never to be seen or heard from again. (No doubt strategizing a career
change. Beekeeping, perhaps?) I watch as Jaymi pulls off the size
eights and swaps them out for the smaller size, then stands up and
walks down to the end of the aisle. For the next couple of minutes she
paces in front of the mirror ... rolling back and forth on her heels,
turning her ankles in all directions, studying her feet from every
possible angle. The Jaymi Face is gone now, replaced by The Thoughtful
Jaymi Face: serious, intent, utterly focused on the task at hand (or
the task at foot, as the case may be).
"Do you like them?" she asks
finally, and I tell her yes, they're great, they're fabulous, they're
easily the most wonderful white athletic shoes I've ever seen - I
refrain from calling them "tennis shoes," which I know would pain her
-- perhaps I should see if they come in a
Size-8-on-the-Left/ Size-9-1/2-Extra-Extra-Wide-on-the-Right, and then
we can be twinsies??
The Thoughtful Jaymi
Face is replaced by The
later we are climbing aboard the escalator, shopping bags in
her bag, the white Skechers and some adorable Steve Maddens she
couldn't resist: in mine, a pair of $100 Ecco walking sandals. It's
time to go meet David at the Virgin Megastore and head back to Alameda
for a nap and an early dinner. As we roll inexorably toward the first
floor (or, as *I* refer to it, The Olfactory Assault Department),
Jaymi gives the Shoe Department one last longing glance, over her
shoulder. I imagine she would probably live here if she could: just
unroll a sleeping bag right next to the Franco Sartos.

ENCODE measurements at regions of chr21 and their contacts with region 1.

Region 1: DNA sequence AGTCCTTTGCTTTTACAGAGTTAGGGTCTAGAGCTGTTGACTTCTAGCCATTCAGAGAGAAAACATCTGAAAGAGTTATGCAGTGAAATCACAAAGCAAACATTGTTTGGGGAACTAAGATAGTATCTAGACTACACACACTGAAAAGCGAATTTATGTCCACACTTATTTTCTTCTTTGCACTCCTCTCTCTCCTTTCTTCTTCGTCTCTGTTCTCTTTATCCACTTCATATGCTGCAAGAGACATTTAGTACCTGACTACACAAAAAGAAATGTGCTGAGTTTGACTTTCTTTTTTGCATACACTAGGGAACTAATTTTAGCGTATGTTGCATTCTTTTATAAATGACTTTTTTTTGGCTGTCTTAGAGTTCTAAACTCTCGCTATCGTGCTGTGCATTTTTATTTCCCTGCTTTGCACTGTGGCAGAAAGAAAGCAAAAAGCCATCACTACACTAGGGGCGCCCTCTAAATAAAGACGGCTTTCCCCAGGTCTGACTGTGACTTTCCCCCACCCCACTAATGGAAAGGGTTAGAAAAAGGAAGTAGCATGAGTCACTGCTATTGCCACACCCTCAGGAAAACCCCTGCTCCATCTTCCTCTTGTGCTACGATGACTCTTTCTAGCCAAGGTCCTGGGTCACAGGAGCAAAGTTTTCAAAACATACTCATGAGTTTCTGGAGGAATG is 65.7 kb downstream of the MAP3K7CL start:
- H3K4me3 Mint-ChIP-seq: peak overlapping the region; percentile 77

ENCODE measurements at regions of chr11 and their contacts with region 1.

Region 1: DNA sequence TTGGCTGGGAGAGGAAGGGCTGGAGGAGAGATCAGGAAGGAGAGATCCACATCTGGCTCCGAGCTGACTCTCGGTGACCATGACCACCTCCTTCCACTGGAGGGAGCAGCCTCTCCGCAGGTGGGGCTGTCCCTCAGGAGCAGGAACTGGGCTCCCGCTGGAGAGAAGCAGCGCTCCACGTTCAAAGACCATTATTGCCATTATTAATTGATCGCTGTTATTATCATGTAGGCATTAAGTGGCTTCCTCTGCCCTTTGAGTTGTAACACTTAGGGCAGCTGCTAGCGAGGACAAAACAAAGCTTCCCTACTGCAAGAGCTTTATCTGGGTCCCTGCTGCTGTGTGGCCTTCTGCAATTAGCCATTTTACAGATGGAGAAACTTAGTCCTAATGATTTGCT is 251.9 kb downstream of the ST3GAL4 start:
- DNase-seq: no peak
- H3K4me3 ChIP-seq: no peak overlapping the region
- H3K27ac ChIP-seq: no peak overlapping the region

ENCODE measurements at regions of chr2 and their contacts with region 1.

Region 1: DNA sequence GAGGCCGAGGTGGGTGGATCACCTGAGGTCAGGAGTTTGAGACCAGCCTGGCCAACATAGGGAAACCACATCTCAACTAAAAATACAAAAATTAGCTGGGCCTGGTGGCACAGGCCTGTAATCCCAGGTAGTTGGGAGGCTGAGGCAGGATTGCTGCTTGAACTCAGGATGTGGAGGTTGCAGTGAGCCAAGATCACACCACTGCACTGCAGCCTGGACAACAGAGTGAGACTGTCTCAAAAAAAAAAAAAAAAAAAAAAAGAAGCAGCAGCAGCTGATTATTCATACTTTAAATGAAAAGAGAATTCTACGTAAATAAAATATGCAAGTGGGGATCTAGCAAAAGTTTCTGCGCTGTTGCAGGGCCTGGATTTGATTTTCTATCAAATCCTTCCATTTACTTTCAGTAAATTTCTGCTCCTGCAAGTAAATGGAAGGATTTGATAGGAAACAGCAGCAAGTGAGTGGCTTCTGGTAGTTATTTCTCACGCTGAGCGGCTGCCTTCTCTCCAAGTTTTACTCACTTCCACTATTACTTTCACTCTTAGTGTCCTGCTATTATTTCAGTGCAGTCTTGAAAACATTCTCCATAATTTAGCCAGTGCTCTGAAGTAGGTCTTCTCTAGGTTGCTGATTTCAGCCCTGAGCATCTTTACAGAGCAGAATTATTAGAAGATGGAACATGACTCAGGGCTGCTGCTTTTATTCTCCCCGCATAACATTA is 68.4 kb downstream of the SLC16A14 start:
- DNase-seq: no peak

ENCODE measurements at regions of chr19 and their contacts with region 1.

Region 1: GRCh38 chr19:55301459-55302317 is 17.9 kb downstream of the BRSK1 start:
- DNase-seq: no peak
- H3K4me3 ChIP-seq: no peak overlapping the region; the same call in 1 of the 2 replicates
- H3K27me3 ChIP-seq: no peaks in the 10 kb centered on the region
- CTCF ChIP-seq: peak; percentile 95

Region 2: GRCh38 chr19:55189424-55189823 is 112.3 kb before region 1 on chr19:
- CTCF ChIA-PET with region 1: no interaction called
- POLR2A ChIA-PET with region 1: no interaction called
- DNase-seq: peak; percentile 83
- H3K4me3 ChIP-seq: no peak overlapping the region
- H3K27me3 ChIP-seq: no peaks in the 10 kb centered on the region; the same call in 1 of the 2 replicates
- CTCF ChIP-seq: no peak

"Don't worry," I tell her.
"We'll come back
Something tells me that we've
just added Macy's Shoe
Department to our permanent list of Places To See When Jaymi Is In Town
... along with the Vietnamese restaurant she likes so much, the groovy
drugstore over in Marina Village, Jack London Square in Oakland, Amoeba
Berkeley, The Stinking Rose in North Beach. She smiles and nods. For
the briefest moment, as she bids farewell to the second floor, there is
a last flickering glimpse of The Jaymi Face. My heart smiles. True, I'd
be just as happy if she were Jaymi-Facing over a 401K statement or a
bowl of bulgur wheat salad. But we take our moments where we find them.
The Jaymi Face is my reward: my favorite nonverbal *thank you* for all
of the planning and shopping and cleaning and running around and
maternal fuss and muss that goes into the average Tot Visit. It is my
reminder that even after umpteen visits to the Bay Area, there are
still plenty of incredibly groovy places that we haven't shown her yet.
And it is my reassurance that underneath that cool, smart,
sophisticated twenty-two year old exterior ...
... beats the heart of
my baby girl, goggle-eyed with joy over her first taste of *sweet.*
call it our *mom-and-daughter glad-to-spend-time-together* look
to throw a rock?